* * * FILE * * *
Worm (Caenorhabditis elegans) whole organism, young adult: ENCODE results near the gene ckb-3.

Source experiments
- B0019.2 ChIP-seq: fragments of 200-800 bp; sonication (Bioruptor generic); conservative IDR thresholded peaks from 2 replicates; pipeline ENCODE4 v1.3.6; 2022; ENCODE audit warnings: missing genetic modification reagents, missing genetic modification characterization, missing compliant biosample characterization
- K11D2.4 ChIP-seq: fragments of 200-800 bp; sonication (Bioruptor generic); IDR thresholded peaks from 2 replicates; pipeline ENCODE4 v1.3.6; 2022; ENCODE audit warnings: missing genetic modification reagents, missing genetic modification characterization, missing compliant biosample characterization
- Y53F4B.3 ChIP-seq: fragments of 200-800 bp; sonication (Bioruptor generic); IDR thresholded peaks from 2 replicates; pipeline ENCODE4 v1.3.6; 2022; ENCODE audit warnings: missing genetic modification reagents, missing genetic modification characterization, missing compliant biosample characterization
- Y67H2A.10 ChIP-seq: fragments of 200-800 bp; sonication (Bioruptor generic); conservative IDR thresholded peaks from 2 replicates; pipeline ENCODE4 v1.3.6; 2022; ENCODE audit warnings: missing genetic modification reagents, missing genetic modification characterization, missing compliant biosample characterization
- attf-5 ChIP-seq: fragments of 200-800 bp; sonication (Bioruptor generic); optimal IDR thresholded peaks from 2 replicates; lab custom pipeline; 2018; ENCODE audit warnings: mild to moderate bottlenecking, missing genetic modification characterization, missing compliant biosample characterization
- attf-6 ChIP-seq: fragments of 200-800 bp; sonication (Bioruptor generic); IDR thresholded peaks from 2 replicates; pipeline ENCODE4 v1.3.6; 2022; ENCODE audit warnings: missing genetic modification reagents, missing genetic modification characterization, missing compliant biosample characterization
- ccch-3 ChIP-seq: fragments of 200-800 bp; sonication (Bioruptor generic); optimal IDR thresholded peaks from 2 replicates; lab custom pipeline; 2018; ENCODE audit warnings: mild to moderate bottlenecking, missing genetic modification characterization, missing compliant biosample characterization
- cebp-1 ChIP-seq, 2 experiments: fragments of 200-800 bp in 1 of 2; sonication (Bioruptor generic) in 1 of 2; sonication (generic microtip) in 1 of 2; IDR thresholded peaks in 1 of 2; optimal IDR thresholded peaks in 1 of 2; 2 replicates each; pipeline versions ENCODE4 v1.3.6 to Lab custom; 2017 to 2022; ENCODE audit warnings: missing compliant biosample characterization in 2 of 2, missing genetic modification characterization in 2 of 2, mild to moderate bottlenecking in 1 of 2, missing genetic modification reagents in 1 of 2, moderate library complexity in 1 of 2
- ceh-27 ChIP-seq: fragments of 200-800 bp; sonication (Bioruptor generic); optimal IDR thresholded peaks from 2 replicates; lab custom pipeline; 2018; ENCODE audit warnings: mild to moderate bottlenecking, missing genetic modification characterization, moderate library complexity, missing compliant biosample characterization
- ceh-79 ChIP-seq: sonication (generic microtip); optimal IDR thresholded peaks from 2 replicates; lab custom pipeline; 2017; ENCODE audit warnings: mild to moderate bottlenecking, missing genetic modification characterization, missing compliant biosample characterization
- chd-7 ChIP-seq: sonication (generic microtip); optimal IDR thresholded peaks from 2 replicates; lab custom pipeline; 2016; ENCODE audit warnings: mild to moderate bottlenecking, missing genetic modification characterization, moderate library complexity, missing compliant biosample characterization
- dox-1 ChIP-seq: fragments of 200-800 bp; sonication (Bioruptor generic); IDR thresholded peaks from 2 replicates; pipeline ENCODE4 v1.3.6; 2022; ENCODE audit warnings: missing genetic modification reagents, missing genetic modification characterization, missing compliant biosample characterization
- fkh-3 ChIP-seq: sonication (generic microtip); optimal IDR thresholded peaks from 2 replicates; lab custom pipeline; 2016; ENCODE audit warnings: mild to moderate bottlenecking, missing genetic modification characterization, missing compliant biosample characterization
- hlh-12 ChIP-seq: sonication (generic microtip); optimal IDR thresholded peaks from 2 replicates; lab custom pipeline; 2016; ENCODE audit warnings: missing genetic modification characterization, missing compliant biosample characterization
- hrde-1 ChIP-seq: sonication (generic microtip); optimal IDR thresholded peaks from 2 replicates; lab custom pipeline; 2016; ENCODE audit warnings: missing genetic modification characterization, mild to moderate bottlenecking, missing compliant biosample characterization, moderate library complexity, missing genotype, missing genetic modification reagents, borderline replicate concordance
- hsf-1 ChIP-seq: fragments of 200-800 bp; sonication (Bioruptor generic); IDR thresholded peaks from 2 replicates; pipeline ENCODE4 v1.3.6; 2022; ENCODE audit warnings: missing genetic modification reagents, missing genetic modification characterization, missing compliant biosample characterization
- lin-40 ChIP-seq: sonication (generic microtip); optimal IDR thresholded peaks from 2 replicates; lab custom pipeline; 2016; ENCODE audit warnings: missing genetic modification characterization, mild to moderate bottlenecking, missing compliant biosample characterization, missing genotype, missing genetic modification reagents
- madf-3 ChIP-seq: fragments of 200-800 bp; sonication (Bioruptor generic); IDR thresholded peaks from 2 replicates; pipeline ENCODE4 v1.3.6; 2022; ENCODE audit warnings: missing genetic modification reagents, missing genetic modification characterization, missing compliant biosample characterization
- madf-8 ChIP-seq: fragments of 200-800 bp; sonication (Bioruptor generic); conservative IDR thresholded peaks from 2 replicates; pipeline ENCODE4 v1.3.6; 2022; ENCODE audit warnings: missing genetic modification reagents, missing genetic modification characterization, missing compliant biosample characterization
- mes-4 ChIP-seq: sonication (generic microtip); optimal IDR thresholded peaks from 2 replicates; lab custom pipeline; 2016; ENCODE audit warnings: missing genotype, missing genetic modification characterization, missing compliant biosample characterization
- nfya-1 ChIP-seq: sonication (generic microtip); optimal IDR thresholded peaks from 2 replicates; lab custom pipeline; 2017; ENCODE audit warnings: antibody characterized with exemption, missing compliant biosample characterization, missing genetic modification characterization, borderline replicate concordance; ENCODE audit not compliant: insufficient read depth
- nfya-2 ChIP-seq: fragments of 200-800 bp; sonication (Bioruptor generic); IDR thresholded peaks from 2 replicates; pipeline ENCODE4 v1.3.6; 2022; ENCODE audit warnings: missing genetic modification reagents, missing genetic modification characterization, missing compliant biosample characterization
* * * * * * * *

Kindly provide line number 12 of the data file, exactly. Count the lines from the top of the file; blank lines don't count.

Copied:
- ceh-79 ChIP-seq: sonication (generic microtip); optimal IDR thresholded peaks from 2 replicates; lab custom pipeline; 2017; ENCODE audit warnings: mild to moderate bottlenecking, missing genetic modification characterization, missing compliant biosample characterization